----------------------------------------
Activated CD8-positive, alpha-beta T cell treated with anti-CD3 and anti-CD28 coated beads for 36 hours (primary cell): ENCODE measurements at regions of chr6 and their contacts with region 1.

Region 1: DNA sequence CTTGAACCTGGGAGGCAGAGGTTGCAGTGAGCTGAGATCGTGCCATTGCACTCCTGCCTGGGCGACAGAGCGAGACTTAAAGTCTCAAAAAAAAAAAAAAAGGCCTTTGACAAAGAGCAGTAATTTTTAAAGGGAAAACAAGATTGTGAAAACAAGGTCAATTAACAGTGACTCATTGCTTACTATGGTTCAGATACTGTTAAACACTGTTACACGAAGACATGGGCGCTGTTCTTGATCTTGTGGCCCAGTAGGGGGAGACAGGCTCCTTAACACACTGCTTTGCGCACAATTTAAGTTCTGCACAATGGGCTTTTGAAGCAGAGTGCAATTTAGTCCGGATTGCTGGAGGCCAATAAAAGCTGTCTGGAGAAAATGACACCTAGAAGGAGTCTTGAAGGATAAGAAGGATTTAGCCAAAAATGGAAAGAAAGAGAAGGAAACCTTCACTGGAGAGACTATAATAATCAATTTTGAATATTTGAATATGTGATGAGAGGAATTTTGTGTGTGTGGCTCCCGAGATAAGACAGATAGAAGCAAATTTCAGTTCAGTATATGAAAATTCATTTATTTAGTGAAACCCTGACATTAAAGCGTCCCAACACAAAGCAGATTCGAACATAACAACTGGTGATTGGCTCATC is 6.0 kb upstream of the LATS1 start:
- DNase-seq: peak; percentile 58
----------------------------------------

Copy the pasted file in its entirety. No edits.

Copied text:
Activated CD8-positive, alpha-beta T cell treated with anti-CD3 and anti-CD28 coated beads for 36 hours (primary cell): ENCODE measurements at regions of chr6 and their contacts with region 1.

Region 1: DNA sequence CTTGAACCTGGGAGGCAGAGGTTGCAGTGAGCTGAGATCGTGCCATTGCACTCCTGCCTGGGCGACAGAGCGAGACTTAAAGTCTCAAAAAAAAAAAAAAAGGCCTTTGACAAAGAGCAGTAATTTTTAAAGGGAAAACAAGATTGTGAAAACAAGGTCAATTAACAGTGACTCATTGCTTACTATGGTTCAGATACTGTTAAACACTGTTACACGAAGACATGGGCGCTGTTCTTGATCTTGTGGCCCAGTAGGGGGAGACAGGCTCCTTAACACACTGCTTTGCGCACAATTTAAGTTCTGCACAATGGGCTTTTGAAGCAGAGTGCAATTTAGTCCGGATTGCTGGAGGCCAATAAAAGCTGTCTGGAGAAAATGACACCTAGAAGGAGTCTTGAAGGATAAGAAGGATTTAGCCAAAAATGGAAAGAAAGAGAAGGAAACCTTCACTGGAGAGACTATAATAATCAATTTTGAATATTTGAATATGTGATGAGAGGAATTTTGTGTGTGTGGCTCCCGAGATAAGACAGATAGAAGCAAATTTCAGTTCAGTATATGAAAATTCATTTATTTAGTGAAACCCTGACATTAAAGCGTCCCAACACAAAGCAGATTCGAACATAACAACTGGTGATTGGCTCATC is 6.0 kb upstream of the LATS1 start:
- DNase-seq: peak; percentile 58